By Tom Poland
History really does surround you. You just have to slow down a tad and open your eyes. It will help if you turn off the TV and go touring. I often write you can drive by a place 1,000 times and miss its significance. Last week, while aimlessly touring I revisited a place Robert Clark and I put in our second book, (italics) South Carolina, A Timeless Journey, the Saluda Theater.
The old art deco theater’s beautiful, if a bit worn. It opened July 4, 1936 with Shirley Temple’s (italics) Susanna of the Mounties. Lash Larue, a whip-wielding cowboy performed there. The theater provided a set for the film, (italics) And Justice For All, starring Sidney Poitier and Burt Lancaster.
The star today is next door—the Saluda County Museum overseen by Helayne Butler, a delightful lady and fountain of knowledge. History’s her thing. There’s no admission to see old maps, arrowheads, old documents and historic letters like the one William Barrett Travis wrote.
Saluda County folks like to say, “Saluda is where Texas began” with good reason. Two sons of Saluda, Lieutenant Colonel William Barrett Travis and James Butler Bonham, died as heroes at the Alamo. What follows has been praised as one of the more courageous and defiant letters a military man ever wrote. Here’s an excerpt, the closing paragraph.
“I am besieged by a thousand or more of the Mexicans under Santa Anna. I shall never surrender or retreat. I am determined to sustain myself as long as possible & die like a soldier who never forgets what is due to his own honor & that of his country—Victory or Death.” William Barrett Travis. Lt. Col. comdt.
A detailed, hand-painted diorama of the Alamo sits in the museum. The museum can point you to the historic Bonham House (c.1780), the only existing birthplace of an Alamo hero. It can tell you how to find the monument marking Travis’ birthplace. If you can’t make it to the Alamo, the Saluda County Museum is a good alternative.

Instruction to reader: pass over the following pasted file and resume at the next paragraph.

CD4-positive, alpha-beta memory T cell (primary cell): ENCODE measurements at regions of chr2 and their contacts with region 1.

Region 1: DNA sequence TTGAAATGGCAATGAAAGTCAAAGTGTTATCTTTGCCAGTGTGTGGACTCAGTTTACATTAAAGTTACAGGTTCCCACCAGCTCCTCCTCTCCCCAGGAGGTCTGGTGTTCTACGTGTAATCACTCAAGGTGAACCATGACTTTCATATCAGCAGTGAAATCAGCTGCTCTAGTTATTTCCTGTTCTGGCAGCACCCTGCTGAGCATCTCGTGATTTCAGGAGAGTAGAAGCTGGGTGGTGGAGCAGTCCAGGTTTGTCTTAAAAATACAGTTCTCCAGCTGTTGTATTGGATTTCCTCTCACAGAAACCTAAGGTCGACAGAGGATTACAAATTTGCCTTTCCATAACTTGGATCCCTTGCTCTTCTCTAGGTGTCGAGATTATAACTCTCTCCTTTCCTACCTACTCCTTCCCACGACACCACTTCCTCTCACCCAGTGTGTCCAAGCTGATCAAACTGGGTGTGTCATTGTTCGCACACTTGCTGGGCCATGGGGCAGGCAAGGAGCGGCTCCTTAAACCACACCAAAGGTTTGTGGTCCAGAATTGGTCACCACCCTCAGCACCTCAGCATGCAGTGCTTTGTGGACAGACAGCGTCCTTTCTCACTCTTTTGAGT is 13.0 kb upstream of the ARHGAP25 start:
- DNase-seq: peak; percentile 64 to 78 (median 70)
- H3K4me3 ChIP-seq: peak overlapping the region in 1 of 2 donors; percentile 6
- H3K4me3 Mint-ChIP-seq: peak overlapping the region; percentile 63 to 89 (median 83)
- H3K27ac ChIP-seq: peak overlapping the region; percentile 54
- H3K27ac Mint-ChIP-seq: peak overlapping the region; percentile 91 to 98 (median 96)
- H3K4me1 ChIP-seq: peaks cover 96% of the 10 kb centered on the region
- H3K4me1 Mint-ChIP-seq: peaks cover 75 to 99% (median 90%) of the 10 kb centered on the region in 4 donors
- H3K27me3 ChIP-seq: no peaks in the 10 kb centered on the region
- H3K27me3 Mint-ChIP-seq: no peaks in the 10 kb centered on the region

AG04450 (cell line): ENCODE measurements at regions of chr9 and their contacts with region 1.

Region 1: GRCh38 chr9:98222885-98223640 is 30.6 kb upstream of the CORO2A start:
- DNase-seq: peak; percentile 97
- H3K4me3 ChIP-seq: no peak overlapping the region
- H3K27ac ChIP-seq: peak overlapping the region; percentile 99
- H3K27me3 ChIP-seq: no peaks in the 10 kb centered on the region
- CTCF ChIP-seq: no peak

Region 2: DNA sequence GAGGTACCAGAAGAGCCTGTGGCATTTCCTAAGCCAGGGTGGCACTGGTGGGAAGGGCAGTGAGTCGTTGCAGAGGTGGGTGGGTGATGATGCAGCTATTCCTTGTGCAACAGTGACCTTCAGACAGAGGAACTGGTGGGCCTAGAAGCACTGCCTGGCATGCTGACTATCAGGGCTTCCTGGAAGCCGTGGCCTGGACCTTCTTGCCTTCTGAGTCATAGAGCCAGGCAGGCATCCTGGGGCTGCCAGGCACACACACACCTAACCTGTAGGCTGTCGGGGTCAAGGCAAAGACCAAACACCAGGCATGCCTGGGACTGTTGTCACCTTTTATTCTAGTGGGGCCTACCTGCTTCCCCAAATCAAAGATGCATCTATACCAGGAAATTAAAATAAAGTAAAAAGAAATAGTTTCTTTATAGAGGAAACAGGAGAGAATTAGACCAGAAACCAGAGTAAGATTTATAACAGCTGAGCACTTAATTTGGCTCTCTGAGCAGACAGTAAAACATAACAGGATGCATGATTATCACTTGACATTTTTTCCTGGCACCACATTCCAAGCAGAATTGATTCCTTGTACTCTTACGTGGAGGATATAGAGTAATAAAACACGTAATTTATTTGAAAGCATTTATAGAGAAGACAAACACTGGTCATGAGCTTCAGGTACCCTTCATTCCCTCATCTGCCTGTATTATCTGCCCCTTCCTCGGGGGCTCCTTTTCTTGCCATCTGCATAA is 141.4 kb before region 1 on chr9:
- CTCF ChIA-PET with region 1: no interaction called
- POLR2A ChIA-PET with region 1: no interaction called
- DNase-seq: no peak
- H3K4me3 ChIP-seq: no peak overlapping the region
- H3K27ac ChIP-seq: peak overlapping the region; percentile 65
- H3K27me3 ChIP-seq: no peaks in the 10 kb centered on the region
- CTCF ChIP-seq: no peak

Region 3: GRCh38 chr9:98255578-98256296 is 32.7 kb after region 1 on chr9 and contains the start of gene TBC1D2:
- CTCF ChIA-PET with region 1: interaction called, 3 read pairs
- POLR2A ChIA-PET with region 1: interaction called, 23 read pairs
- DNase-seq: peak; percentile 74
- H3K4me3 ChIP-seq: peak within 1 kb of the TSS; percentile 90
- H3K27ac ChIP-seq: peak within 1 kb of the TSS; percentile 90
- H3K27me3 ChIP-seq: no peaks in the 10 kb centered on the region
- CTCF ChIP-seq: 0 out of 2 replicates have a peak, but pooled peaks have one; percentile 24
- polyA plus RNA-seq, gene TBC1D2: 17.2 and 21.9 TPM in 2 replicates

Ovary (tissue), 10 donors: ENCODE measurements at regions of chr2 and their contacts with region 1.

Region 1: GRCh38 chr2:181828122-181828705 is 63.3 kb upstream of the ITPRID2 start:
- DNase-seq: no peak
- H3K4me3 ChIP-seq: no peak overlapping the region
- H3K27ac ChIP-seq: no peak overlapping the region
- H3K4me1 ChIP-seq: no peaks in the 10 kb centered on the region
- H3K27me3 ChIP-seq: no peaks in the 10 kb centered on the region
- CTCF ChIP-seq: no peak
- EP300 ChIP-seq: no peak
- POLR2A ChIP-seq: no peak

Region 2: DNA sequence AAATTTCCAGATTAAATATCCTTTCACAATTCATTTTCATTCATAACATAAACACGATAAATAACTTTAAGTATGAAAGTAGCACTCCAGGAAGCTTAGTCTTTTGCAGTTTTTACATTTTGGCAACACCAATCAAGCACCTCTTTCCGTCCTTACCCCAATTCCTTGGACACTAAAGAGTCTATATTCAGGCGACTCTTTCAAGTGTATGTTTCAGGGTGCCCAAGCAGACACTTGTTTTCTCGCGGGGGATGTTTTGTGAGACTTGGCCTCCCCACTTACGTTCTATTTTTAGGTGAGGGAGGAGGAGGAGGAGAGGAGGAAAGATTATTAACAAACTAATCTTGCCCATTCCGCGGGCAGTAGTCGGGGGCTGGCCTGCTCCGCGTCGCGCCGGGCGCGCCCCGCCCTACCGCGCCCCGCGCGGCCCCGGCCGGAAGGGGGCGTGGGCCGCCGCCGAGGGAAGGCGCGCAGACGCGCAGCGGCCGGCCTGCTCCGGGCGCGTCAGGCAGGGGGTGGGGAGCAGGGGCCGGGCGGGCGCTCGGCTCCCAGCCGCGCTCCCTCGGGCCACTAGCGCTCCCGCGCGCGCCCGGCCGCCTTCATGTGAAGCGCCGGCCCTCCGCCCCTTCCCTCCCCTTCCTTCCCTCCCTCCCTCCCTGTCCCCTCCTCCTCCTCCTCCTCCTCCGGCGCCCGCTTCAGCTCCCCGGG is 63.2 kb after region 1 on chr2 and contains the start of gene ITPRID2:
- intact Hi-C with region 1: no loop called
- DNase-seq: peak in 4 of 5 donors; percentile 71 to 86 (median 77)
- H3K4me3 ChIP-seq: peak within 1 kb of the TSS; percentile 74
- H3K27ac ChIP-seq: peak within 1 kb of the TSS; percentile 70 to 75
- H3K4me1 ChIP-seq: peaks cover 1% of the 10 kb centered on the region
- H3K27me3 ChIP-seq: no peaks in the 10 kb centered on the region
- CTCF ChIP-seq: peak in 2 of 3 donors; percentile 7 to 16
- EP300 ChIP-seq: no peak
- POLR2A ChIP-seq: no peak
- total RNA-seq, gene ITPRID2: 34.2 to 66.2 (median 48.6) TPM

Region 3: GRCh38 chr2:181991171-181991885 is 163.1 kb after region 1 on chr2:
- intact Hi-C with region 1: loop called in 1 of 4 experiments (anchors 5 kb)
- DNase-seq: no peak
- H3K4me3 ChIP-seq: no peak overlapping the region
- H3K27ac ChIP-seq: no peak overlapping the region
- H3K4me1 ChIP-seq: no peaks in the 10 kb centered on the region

The museum has variety. For those who study genealogy, the Saluda County Museum has records for tracing family ancestries. You’ll see some fine old pottery. Look for the old Mason jars. Unscrew the lid and look for the milk glass seals. An old typewriter, military uniforms, and more wait on you.
Get a good look at the Saluda Theater’s façade and the neon light of the Chief of the Saluda Indians. Think about how important a place like this was prior to television. Theaters were vital to a community and cinema construction swept the country in the 1920s and 1930s. Most were art deco. Charles B. Thompson designed the Saluda Theater as a two-story, stuccoed masonry cinema. Small town theaters like it provided a focal point for entertainment in the 1930s and 1940s. The theater sits next to the courthouse square. You can’t miss it. Open for forty-five years, the theater closed in 1981 but opens for local events. Many days the theater sits dark but beautiful in its own way.
Never forget. You can drive right by history and never have a clue it’s waiting for you to discover it. You won’t easily find old cinemas. Many burned long ago, as did the Linco Theater in my hometown but here’s a theater that still stands. Maybe you can arrange a tour. I thank the Saluda County Historical Society for its museum and theater and for preserving history.
Visit Tom’s website at www.tompoland.net
Email Tom at [email protected]